Wednesday, February 08, 2017Register
 Federally Threatened and Endangered Mammals and Plants of the Ozarks Aquifer

Gray Bat
Myotis grisescens

Image of Gray Bat, courtesy of Adam Mann, Environmental Solutions and Innovations/US Fish and Wildlife Service
[Photo: Adam Mann, Environmental Solutions and Innovations/USFWS]

Description: The gray bat is a medium-sized bat which is 3 inches (7.5 cm) long, weighs 0.33 ounces (7-16 g), and has a wingspan of 10-11 inches (25-28 cm). The gray bat can be distinguished by its entirely gray fur, in contrast to other closely related bi-color or tri-color Myotis species. In the summer, its fur can lighten to a rust-colored brown. The gray bat is also distinct from other members of its genus because its wing membrane connects at the ankle, instead of the toe.

Life History: Gray bats enter deep vertical hibernation caves in September and October where they hibernate in large clusters (up 1 million) on ceilings and walls until spring. From March through mid-April female bats leave the hibernation cave, followed by males in mid-April to May, as they migrate to summer roosting caves up to 200 miles away. From late May to June females roost in maternity colonies, eventually giving birth in June to one live young. After four weeks, mothers and their young rejoin the male colonies. Gray bats eat a variety of flying aquatic and terrestrial insects. They forage at night in riparian areas for mayflies, caddisflies, stoneflies and occasionally beetles and moths, and may forage up to twelve miles from the roosting caves.

Habitat: The gray bats lives in caves year round, utilizing deep vertical caves for hibernation in the winter (34-48 degrees F [1-9 degrees C] ) and domed caves along rivers in the summer (58-77 degrees F [14.4-25 degrees C]). Ninety-five percent of all gray bats hibernate in just eight caves within their range.

Distribution: Myotis grisescens is limited to limestone (karst) cave areas in the central and southeastern US. Gray bats occur extensively in the Ozark aquifer region.

Critical habitat for this species has not been determined. The map below depicts the counties in the Ozarks aquifer region where this species has been reported (USFWS). 

Species Distribution of the Gray bat (Myotis grisescens) in the Ozarks aquifer region [Figure: Houston Advanced Research Center using US Fish and Wildlife data]

Species Distribution of the Gray bat (Myotis grisescens) in the Ozarks aquifer region [Figure: Houston Advanced Research Center using US Fish and Wildlife data]. Click on map for larger image.


Status: The gray bat was listed on the federally endangered species list in 1976. There is a recovery plan in place for this species. The decline in the gray bat population was due to four factors: human disturbance, cave modifications, pesticides and pollution, and destruction of riparian areas. Human exploration of caves can disturb both hibernating and roosting bats, causing them to lose stored fat and abandon their young. Cave modification in the form of gates or fences can alter conditions in the cave (i.e. temperature, humidity, etc) enough to impact the gray bat. Pesticides may reduce local insect populations which serve as prey for the bats. The pesticides may also bioaccumulate in the bats. Additionally, water pollution can negatively impact aquatic insects that the bats feed upon. Deforestation along rivers destroys riparian corridors that are important for movement of bats between summer roosting caves and areas where they forage. Gray bat populations are currently rebounding in many locations due to the protection and restoration of critical habitats. An emerging threat to the gray bat population is White Nose Syndrome. This disease is caused by the fungus Geomyces destructans, which invades the skin of bats, and can cause widespread death within a hibernaculum. Protection of the gray bat is important to many other cave-dwelling animals in the Ozarks region due to the nutrients their guano supplies to nutrient-limited cave ecosystems.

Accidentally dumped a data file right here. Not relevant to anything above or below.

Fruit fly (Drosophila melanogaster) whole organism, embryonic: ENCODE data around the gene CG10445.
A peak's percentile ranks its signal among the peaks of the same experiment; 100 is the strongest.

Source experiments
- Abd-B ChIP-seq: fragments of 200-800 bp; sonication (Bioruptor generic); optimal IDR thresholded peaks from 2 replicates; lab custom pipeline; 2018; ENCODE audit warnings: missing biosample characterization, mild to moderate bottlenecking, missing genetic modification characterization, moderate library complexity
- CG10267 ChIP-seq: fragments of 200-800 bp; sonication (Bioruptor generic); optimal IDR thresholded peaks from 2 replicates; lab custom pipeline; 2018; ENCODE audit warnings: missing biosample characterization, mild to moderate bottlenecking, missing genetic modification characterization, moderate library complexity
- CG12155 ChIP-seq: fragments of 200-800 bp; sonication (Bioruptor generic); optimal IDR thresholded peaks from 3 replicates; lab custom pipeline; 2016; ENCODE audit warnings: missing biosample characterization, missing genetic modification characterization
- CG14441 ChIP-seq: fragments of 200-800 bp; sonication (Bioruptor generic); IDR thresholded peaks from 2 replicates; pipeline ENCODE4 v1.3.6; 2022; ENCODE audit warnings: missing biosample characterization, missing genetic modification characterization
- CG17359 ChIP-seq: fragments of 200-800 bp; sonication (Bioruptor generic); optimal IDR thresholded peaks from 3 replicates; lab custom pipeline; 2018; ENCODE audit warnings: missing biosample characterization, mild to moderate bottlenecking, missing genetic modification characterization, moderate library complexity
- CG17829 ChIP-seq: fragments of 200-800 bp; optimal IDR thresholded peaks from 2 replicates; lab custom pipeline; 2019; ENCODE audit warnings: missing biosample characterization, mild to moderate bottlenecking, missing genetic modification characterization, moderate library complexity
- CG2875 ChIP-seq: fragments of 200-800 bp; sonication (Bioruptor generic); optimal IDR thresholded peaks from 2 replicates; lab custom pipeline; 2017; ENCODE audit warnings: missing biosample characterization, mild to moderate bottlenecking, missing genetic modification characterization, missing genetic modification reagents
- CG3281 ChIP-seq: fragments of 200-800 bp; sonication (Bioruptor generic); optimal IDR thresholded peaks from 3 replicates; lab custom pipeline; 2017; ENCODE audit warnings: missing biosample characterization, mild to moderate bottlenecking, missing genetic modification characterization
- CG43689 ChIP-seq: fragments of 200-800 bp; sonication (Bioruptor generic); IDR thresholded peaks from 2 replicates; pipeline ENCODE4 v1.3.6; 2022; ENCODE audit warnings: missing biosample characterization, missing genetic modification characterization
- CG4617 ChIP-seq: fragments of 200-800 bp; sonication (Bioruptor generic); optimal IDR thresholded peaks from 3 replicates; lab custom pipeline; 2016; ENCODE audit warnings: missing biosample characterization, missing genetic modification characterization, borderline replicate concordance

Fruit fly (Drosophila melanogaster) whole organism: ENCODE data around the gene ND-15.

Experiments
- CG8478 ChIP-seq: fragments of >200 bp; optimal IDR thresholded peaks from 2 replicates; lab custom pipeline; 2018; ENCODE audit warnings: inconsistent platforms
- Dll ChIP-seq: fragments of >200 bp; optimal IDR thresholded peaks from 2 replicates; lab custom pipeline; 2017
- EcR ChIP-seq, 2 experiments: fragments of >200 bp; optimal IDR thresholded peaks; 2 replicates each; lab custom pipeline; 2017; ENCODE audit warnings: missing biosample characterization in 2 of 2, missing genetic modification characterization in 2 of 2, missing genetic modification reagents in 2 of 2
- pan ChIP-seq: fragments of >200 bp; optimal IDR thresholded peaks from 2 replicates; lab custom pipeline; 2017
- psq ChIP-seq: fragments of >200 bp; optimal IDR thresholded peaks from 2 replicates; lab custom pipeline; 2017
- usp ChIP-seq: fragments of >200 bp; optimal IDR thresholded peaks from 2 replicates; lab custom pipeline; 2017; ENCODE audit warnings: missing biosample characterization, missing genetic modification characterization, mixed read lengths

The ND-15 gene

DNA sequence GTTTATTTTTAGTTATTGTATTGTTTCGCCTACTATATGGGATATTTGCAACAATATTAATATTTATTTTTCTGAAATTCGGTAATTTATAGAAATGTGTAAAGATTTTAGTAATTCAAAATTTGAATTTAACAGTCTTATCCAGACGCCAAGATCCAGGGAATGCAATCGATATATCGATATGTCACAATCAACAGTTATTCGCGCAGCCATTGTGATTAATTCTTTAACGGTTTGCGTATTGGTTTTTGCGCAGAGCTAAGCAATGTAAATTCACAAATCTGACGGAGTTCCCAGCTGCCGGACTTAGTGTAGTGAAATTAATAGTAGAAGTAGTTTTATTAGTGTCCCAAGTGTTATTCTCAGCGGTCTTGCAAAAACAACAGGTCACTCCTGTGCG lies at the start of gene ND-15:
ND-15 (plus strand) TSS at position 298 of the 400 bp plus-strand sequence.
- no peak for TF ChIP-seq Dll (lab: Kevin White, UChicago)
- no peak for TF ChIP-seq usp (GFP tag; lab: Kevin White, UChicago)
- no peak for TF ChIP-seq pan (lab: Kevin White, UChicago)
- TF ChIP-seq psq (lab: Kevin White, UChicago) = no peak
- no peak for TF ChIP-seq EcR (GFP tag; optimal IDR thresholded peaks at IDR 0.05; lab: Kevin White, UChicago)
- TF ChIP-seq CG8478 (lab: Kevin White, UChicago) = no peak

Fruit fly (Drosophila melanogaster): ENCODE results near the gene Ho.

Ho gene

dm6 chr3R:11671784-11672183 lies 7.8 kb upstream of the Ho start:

Resources:

Missouri Dept. of Conservation, Gray Bat Profile

USFWS, Gray Bat 5-Year Review

USFWS, White Nose Syndrome

USFWS, Gray Bat Factsheet

 

Indiana Bat
Myotis sodalis

Image of Indiana Bat, courtesy of Adam Mann, Environmental Solutions and Innovations/US Fish and Wildlife Service
[Photo: Adam Mann, Environmental Solutions and Innovations/USFWS]

Description: The Indiana bat is a medium-sized bat in the genus Myotis. It is 1.6-1.9 inches (4.1-4.9 cm) long, weighs 0.25 ounces (7 g), and has a wingspan of 9-11 inches (23-28 cm). The Indiana bat has dark brown to black fur and has small, delicate hind feet. The Indiana bat looks very similar to the brown bat (Myotis lucifugus) and the northern long-eared bat (M. septentrionalis) but can be distinguished by variations in fur color and the conformation of its calcar (part of the wing membrane).

Life History: The Indiana bat mates in the fall (peaks in September and October) in a process called "swarming." They swarm outside of their chosen hibernaculum and enter hibernation by November. Indiana bats often return to the same hibernaculum each year, where they cluster in large groups of 20,000-50,000 bats, at densities up to 500 per square foot. After mating, females store sperm until the spring emergence in mid-April or May, at which time fertilization occurs. Shortly after emergence, pregnant females leave the hibernaculum to migrate long distances (up to three hundred miles) to their summer maternity roosts. Non-pregnant females and males often roost within a short distance of their winter hibernaculum (2-10 miles away), and may form solitary or small group roosts. Pregnant females form maternity colonies (often less than 100 bats) from May to June and young are born from late June to early July. Each Indiana bat gives birth to one live young, which can fly within 3-5 weeks. In August, females and young begin migration back to the hibernaculum. Indiana bats forage at night along rivers and lakes, emerging around sunset and eating moths, beetles, true flies, caddisflies, and occasionally spiders.